The FIPS proof-of-concept project aims at building a prototype of an ultra-small optical filter which can be integrated into a semiconductor chip. Spectral filtering is very important for both classical and quantum photonic technology. It has applications in many fields of engineering and science such as telecommunications and spectroscopy. Conventional methods to filter light, such as prisms and gratings, require a very large dispersion length (centimeters to meters) to achieve high wavelength resolution. Therefore, reducing the size of spectrometers to enable applications in the wearable and disposable market, requires a different technological approach to light filtering.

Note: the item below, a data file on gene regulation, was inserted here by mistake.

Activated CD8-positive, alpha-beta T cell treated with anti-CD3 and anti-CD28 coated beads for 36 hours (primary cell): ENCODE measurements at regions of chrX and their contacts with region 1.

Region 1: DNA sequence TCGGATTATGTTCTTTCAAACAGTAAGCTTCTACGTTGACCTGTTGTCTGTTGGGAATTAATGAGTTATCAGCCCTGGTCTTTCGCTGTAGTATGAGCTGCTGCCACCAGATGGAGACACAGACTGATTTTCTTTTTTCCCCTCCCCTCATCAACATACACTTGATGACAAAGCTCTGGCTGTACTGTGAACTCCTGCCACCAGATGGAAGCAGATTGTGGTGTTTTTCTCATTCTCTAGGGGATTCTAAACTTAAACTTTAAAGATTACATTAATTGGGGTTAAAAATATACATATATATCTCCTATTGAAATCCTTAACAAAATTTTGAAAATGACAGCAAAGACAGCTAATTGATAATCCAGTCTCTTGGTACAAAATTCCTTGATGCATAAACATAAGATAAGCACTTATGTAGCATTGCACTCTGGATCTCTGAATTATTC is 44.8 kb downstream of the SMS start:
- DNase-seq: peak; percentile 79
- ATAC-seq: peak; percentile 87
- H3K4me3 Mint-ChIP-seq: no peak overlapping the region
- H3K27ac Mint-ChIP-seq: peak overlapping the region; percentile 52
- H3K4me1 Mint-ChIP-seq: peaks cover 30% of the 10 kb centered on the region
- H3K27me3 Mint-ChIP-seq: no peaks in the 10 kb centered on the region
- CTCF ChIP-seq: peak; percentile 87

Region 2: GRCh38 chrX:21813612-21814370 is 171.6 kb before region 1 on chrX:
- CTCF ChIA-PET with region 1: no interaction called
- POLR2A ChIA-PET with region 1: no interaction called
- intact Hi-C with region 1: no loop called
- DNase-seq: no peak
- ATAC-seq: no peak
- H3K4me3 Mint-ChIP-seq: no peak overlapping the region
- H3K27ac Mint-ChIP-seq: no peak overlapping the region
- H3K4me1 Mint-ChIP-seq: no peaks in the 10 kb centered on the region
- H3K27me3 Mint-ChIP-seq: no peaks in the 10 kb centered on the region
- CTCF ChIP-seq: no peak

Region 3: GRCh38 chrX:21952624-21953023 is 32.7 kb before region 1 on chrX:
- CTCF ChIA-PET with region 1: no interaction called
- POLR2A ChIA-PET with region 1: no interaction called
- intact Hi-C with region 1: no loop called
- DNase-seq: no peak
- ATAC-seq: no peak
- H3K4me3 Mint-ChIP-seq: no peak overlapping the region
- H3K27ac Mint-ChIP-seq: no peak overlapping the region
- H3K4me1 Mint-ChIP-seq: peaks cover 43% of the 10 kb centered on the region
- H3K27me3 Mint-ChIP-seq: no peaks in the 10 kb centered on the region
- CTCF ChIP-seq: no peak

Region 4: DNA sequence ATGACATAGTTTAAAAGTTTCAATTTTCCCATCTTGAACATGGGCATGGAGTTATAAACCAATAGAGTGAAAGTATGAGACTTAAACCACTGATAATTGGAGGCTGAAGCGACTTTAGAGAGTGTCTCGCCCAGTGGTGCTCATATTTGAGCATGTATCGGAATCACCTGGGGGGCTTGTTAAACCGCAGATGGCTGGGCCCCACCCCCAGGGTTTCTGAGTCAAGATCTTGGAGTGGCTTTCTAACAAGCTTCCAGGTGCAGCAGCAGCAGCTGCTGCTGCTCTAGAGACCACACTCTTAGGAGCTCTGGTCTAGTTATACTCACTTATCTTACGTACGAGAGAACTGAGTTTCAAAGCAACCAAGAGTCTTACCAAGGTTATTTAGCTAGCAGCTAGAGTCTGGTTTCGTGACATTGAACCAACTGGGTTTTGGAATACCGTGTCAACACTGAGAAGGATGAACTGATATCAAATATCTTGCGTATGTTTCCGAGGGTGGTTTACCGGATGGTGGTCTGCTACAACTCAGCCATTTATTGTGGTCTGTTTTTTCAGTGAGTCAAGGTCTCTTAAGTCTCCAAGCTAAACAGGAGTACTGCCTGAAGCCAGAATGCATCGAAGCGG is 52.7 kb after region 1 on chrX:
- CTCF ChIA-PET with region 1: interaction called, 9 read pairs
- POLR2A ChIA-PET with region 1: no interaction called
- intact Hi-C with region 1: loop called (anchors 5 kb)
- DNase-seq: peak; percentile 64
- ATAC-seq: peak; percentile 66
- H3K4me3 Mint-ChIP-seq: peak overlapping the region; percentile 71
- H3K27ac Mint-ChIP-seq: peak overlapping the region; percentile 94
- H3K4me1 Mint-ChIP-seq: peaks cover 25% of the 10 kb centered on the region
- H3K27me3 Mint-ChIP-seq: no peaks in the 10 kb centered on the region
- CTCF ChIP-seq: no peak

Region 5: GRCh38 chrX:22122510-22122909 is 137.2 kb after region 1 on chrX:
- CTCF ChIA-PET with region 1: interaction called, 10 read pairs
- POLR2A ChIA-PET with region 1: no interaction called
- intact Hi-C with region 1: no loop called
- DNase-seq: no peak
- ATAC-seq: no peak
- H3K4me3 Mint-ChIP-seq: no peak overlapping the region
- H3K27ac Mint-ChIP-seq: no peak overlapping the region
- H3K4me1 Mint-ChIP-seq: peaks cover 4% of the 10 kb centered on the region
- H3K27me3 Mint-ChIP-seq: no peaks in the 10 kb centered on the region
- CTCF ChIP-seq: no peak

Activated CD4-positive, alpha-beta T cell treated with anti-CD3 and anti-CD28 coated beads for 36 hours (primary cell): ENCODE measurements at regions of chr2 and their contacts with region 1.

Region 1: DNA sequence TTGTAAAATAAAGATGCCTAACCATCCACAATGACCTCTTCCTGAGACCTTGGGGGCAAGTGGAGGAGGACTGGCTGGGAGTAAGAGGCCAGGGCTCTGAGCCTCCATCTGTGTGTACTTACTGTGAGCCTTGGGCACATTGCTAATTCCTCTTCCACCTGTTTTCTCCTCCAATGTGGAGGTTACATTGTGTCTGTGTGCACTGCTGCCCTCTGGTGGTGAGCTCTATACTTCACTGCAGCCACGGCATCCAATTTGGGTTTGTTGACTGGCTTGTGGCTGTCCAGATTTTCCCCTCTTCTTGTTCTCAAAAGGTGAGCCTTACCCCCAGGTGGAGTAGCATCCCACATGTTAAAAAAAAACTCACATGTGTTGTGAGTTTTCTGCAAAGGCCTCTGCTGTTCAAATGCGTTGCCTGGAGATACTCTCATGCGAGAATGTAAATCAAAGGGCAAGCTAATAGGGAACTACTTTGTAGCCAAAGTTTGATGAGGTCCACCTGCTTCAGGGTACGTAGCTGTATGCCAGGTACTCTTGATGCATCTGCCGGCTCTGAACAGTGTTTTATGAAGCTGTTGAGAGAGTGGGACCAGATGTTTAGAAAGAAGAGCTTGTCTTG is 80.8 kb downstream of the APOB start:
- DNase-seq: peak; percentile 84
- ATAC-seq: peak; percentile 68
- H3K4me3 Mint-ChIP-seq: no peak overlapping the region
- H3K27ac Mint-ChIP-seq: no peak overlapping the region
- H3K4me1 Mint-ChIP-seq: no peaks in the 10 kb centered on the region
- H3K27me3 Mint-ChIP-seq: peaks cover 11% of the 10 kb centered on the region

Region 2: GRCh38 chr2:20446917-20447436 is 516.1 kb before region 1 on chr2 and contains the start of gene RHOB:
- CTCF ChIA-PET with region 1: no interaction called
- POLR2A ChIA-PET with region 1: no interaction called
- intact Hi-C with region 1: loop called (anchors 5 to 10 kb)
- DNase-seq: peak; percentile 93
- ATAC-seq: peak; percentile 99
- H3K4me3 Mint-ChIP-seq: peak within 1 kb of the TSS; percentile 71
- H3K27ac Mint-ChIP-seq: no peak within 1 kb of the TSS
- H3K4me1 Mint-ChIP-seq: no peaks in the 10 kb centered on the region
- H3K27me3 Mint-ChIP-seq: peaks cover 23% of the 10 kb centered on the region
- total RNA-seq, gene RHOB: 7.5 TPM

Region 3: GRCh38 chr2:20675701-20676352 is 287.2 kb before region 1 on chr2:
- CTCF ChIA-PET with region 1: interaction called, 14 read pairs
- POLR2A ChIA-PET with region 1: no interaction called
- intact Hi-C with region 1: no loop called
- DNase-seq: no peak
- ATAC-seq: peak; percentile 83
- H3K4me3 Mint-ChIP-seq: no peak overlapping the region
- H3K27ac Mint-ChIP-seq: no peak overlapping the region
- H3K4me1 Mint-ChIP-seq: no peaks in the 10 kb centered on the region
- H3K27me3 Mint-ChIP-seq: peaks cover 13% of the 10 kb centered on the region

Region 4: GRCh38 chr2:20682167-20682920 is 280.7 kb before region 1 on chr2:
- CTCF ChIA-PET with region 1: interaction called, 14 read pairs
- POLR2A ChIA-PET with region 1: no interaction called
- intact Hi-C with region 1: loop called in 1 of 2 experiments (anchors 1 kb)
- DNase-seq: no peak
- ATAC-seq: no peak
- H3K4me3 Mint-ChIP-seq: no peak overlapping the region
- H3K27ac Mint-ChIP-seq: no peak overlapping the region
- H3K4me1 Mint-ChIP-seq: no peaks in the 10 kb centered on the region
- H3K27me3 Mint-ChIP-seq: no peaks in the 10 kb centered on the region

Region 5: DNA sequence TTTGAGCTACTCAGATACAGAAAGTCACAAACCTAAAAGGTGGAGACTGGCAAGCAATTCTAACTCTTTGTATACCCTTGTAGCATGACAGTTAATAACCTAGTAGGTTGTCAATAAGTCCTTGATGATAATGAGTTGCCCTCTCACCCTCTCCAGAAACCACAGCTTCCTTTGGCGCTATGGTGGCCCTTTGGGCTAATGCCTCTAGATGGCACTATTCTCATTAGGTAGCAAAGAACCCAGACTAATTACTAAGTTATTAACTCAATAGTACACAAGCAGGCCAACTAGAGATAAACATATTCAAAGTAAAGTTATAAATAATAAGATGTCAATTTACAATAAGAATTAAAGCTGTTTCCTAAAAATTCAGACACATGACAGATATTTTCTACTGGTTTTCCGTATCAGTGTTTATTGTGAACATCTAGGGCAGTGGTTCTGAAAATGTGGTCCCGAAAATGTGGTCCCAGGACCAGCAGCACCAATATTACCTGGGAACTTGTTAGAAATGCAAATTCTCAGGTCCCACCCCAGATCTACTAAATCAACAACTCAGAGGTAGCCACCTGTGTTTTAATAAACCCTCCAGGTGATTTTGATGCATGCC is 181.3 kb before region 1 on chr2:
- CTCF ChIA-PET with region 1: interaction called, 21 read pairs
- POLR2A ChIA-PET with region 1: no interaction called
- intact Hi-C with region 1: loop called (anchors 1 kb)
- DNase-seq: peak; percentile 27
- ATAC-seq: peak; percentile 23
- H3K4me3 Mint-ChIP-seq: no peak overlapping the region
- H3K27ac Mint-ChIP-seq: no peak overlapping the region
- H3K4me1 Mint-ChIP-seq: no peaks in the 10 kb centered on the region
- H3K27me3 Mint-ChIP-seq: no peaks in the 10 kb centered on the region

The filter that we will develop within FIPS is based on sub-wavelength nano-cavities which provide sub-nm wavelength resolutions in the near infrared and can be integrated in compact photonic circuits. Additionally, we will integrate our filters with micro-electro-mechanical systems (MEMS) to actively tune our filters over a broad wavelength range. This approach provides a novel solution that could be further combined with detectors for spectroscopy applications.
The goal of the project is to fabricate an integrated filter in gallium arsenide membranes using state-of-the-art nanofabrication techniques and characterize it in our optical labs by performing spectral analysis of an input signal. Moreover, together with industry collaborators, we will explore the potential commercial applications of our technology towards new products that could compete in performance and specification with most of the existing integrated optical filters, in particular in the field of optical interrogation.
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